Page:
March 17 is coming quickly.

Photographer: Menahem Kahana/AFP/Getty Images

Israelis Worry About Inequality, Not Iran

Daniel Gordis is senior vice president and Koret distinguished fellow at Shalem College in Jerusalem. Author of 11 books, his latest is "Israel: A Concise History of a Nation Reborn."
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With Israeli Prime Minister Benjamin Netanyahu scheduled to address Congress on Tuesday, his speech is seemingly the only Israel-related subject receiving attention in the American press. Today’s New York Times had two prominent stories about Israel: one about the dilemmas Netanyahu's speech is creating for Jewish Democrats in Congress and a second that said the speech is a highly divisive topic in Israel.

That latter claim is true, but it mischaracterizes the nature of Israel’s national conversation. With the speech just a day away, it's not surprising that much of the Israeli press is giving it play. But most of the vitriol leading up to Israel’s March 17 elections has been about Netanyahu’s handling (or mishandling) of the economy and the growing gap between the wealthy and the poor in Israel, and not on the congressional showdown.

Haaretz, Israel’s left-leaning newspaper of record, gave the speech top billing Monday morning, but, in its Hebrew version, it peppered its website with many more stories about economics. The paper reported that at Sheba Medical Center, one of Israel’s leading medical establishments, overcrowding is so great that the hospital has asked ambulances to bring no more patients. Haaretz attached a photograph of a patient being treated in the hallway. Haaretz also reported on a small revival of the tent city that had sprouted in Tel Aviv two summers ago to protest the high cost of housing. The paper covered a court ruling that said teachers cannot stage a semi-strike over changes in their working conditions, and discussed what has emerged as the top symbolic issue of rich versus poor in the Israeli press: the investigation of alleged financial mismanagement and excessive expenditures in the prime minister’s residences.

On YNet, Israel’s most-read Internet news site, the Sheba hospital story led the news; YNet included a photo of bedlam in the hospital and another of ambulances lined up, presumably with nowhere to drop off their patients. Interestingly, on YNet this morning, the only discussion of Netanyahu's imminent speech was a tiny entry at the bottom of the page.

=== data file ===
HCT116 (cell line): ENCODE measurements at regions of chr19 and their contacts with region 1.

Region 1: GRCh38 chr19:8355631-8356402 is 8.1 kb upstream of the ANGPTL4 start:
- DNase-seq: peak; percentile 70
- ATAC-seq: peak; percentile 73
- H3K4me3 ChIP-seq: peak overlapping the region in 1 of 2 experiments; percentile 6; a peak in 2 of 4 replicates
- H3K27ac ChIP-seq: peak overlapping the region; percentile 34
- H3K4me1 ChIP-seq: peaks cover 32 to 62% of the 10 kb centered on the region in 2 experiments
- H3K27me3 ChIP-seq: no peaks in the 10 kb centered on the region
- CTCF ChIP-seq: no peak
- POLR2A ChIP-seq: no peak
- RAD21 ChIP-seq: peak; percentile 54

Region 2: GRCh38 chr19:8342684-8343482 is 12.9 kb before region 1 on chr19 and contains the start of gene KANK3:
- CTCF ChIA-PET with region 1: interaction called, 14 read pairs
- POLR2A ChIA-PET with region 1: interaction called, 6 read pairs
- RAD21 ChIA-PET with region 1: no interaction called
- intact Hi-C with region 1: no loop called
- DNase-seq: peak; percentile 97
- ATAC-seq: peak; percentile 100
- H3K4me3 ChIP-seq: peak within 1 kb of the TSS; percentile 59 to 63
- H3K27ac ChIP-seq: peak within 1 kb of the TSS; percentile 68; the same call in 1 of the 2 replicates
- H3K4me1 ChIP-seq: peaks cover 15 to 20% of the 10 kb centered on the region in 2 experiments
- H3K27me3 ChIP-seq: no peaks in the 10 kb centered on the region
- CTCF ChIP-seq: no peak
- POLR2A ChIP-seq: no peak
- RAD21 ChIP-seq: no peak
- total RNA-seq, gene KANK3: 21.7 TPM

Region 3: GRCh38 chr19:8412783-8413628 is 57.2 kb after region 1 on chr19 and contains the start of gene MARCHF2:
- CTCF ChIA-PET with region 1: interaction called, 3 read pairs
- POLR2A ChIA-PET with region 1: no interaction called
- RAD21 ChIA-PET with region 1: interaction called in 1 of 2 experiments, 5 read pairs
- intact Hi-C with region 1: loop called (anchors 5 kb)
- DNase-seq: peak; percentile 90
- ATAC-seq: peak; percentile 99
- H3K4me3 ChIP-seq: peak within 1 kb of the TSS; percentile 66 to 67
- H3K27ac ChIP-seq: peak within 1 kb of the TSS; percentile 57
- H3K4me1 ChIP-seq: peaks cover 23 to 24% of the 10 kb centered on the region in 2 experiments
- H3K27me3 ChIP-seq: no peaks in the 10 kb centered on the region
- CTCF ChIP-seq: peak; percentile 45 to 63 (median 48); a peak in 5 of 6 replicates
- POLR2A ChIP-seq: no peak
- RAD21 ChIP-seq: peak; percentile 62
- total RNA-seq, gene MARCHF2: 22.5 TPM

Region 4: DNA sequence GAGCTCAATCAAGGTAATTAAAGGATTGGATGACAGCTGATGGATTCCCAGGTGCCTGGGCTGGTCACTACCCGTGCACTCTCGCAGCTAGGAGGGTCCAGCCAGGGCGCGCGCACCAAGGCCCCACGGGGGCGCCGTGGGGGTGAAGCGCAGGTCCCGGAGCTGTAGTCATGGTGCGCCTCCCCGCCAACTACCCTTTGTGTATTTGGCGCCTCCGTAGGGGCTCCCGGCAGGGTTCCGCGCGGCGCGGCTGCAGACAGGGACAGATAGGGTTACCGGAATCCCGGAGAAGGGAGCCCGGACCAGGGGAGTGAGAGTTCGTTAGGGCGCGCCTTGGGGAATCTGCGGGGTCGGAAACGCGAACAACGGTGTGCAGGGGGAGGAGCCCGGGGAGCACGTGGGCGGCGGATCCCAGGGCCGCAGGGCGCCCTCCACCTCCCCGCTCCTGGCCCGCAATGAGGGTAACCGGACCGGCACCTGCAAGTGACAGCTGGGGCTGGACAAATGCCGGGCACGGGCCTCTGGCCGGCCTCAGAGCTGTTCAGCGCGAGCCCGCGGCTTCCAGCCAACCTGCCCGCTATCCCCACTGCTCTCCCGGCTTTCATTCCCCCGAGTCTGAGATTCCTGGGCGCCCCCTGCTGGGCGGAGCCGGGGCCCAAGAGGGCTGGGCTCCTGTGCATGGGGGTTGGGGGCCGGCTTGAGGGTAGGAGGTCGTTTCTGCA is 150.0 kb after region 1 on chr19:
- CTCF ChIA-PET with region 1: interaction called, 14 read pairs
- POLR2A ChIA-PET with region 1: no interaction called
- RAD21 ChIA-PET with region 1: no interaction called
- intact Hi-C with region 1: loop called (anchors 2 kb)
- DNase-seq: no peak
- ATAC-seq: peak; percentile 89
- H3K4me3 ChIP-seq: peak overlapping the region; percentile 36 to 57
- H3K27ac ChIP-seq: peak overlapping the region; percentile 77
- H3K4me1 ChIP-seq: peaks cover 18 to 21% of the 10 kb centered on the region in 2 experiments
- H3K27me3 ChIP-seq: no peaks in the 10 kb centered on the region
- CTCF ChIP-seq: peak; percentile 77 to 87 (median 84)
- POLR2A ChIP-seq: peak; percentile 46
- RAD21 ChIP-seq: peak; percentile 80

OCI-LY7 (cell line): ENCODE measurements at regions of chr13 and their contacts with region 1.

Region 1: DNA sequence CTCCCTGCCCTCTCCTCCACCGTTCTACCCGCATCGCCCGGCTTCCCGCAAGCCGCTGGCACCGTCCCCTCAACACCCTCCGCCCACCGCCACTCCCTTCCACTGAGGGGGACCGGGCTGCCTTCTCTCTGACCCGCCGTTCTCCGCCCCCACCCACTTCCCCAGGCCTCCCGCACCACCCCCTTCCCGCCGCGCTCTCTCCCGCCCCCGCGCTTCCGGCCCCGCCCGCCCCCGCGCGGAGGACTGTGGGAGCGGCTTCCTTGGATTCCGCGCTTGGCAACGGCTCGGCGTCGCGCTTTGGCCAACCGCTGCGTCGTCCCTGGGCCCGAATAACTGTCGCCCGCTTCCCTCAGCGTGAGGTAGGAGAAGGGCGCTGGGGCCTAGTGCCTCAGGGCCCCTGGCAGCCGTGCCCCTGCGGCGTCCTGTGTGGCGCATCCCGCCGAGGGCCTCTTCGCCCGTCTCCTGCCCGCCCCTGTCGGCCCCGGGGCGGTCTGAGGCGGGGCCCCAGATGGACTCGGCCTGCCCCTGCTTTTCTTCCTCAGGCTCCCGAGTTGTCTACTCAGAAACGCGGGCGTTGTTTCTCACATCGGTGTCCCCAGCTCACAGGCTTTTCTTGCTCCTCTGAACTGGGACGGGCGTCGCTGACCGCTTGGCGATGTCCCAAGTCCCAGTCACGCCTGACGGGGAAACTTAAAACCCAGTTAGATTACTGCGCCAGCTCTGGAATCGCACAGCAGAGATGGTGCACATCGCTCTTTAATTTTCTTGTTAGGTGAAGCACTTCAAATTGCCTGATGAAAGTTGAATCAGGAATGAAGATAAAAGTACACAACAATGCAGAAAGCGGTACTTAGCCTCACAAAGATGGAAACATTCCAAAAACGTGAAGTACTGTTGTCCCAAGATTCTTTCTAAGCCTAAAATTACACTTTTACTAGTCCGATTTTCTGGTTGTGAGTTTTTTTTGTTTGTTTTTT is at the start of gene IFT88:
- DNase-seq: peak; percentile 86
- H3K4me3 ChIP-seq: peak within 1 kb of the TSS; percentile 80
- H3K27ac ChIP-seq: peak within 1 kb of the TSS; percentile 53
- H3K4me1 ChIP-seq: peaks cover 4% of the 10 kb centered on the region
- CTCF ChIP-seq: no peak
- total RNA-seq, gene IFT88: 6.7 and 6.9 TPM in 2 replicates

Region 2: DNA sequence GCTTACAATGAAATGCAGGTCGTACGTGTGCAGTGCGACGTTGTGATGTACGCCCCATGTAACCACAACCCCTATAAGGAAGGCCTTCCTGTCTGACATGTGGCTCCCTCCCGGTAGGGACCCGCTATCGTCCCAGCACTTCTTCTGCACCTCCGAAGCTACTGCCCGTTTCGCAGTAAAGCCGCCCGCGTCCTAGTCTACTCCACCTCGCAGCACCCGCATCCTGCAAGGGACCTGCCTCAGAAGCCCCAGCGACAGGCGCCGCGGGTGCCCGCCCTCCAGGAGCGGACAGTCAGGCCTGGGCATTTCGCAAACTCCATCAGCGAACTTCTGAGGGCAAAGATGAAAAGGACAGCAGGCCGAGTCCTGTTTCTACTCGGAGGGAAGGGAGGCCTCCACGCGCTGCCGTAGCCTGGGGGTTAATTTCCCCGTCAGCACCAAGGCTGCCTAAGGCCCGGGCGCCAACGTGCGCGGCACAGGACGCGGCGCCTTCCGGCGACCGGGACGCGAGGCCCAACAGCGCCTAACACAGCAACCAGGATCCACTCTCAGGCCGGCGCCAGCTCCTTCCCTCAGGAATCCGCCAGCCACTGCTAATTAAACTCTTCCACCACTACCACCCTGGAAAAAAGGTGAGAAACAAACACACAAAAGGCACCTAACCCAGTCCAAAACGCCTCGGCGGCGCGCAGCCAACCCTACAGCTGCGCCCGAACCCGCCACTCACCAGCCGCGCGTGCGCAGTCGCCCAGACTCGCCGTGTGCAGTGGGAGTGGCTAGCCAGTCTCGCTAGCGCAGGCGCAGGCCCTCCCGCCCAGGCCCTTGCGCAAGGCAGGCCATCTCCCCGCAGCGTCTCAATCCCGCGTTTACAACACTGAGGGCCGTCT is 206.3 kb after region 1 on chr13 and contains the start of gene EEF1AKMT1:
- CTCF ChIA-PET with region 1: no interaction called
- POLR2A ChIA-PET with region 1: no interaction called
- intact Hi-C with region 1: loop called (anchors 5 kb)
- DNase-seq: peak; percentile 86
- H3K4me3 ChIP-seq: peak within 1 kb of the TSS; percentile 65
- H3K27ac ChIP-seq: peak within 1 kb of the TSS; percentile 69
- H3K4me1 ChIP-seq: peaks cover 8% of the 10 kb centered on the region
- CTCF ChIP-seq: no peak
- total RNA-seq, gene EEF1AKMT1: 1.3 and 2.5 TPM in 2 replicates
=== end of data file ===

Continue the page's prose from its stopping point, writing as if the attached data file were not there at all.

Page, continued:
Israel’s first debate leading up the elections was held last week. Netanyahu and the joint candidates for the leading left-wing party, Isaac Herzog and Tzipi Livni, declined to participate, assuming that they only had something to lose. In the conversation between the numerous other candidates, the prime minister’s speech to Congress was hardly mentioned. Most of the tumultuous evening (“debate” is a generous description of what actually unfolded) was devoted to the cost of housing, the high percentage of Israelis who are sinking further into debt and the burden that Israel’s largely unemployed ultra-Orthodox population places on the rest of the population.

To the extent that foreign policy figured into the debate, the issue was whether the mere notion of a Palestinian state is now irrelevant. Naftali Bennett of the Jewish Home Party claimed that “two states for two peoples” is not an option, while others insisted that solution still makes sense, except there is no partner with whom to negotiate. No one suggested that there was any chance for a peace deal in the near future. As for Netanyahu's trip to the U.S., one would hardly have known he was going by watching the debate.

Netanyahu has called Israel’s elections a referendum on his handling of Iran, which he considers Israel’s most pressing challenge and on which most Israelis trust him. Much to his disappointment, though, the vote has turned into a showdown over his handling of the economy. With Barack Obama's administration clearly not in line with Netanyahu on the Iran threat and with Islamic State just over Israel’s northern border, dwarfing any concern about the Palestinians, Israelis see no good moves on the international chessboard. They are now focusing on the quality of life in their still young country. Across the political spectrum, there is a sense that even if Israel has no intention of reverting to its socialist roots, the egalitarian spirit that once animated Israeli society has been too thoroughly discarded.

Upon his election as Israel’s first president, Chaim Weizmann said to the Knesset in February 1949: “The world is watching and waiting now to see what path we choose for ourselves in arranging our lives, and what the character of our state will be. It is listening intently to hear whether a new message will go forth from Zion, and what this message will contain.”

Israelis no longer speak in such bombastic terms about a new social vision emerging from Zion, but they miss believing that Israel was about such a vision. Yes, they are divided about the prime minister’s decision to get into a public spat with the American president (who, there was a wide consensus, is no friend of Israel’s), but that isn't what keeps them up at night. Although foreign policy and security issues are always major factors in how Israelis vote, this election will not be about how to defend the state, but about how to ensure that what is developing here remains worth defending.

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To contact the author on this story:
Daniel Gordis at danielgordis@outlook.com

To contact the editor on this story:
Stacey Shick at sshick@bloomberg.net